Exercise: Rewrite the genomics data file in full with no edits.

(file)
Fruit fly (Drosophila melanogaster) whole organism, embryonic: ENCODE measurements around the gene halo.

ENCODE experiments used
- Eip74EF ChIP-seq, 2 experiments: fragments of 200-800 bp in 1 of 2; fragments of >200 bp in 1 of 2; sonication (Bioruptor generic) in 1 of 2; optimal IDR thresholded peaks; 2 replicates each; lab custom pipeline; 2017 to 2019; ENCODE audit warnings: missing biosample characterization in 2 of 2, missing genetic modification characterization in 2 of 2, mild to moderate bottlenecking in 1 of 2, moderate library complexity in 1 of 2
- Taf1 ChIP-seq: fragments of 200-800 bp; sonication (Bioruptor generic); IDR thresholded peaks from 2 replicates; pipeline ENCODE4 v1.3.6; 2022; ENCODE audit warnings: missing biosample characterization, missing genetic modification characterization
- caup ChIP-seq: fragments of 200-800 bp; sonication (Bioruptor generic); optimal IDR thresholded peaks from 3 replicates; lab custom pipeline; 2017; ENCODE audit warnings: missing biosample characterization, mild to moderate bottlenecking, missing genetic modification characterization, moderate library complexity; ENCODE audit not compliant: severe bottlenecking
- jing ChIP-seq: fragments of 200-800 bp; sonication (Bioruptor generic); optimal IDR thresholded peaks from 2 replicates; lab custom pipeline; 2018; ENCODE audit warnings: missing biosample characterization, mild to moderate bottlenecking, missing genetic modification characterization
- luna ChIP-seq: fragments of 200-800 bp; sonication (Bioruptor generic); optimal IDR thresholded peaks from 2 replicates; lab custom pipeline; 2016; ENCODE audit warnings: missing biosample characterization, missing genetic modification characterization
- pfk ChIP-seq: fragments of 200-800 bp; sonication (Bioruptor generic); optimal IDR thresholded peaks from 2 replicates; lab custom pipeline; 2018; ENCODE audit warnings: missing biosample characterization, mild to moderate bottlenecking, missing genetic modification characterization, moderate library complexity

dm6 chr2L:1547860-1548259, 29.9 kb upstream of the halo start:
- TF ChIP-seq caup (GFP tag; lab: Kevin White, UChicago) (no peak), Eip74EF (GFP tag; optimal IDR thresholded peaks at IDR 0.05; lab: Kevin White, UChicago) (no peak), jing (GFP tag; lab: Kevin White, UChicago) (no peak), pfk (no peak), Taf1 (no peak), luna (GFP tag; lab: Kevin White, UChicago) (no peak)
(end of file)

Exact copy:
Fruit fly (Drosophila melanogaster) whole organism, embryonic: ENCODE measurements around the gene halo.

ENCODE experiments used
- Eip74EF ChIP-seq, 2 experiments: fragments of 200-800 bp in 1 of 2; fragments of >200 bp in 1 of 2; sonication (Bioruptor generic) in 1 of 2; optimal IDR thresholded peaks; 2 replicates each; lab custom pipeline; 2017 to 2019; ENCODE audit warnings: missing biosample characterization in 2 of 2, missing genetic modification characterization in 2 of 2, mild to moderate bottlenecking in 1 of 2, moderate library complexity in 1 of 2
- Taf1 ChIP-seq: fragments of 200-800 bp; sonication (Bioruptor generic); IDR thresholded peaks from 2 replicates; pipeline ENCODE4 v1.3.6; 2022; ENCODE audit warnings: missing biosample characterization, missing genetic modification characterization
- caup ChIP-seq: fragments of 200-800 bp; sonication (Bioruptor generic); optimal IDR thresholded peaks from 3 replicates; lab custom pipeline; 2017; ENCODE audit warnings: missing biosample characterization, mild to moderate bottlenecking, missing genetic modification characterization, moderate library complexity; ENCODE audit not compliant: severe bottlenecking
- jing ChIP-seq: fragments of 200-800 bp; sonication (Bioruptor generic); optimal IDR thresholded peaks from 2 replicates; lab custom pipeline; 2018; ENCODE audit warnings: missing biosample characterization, mild to moderate bottlenecking, missing genetic modification characterization
- luna ChIP-seq: fragments of 200-800 bp; sonication (Bioruptor generic); optimal IDR thresholded peaks from 2 replicates; lab custom pipeline; 2016; ENCODE audit warnings: missing biosample characterization, missing genetic modification characterization
- pfk ChIP-seq: fragments of 200-800 bp; sonication (Bioruptor generic); optimal IDR thresholded peaks from 2 replicates; lab custom pipeline; 2018; ENCODE audit warnings: missing biosample characterization, mild to moderate bottlenecking, missing genetic modification characterization, moderate library complexity

dm6 chr2L:1547860-1548259, 29.9 kb upstream of the halo start:
- TF ChIP-seq caup (GFP tag; lab: Kevin White, UChicago) (no peak), Eip74EF (GFP tag; optimal IDR thresholded peaks at IDR 0.05; lab: Kevin White, UChicago) (no peak), jing (GFP tag; lab: Kevin White, UChicago) (no peak), pfk (no peak), Taf1 (no peak), luna (GFP tag; lab: Kevin White, UChicago) (no peak)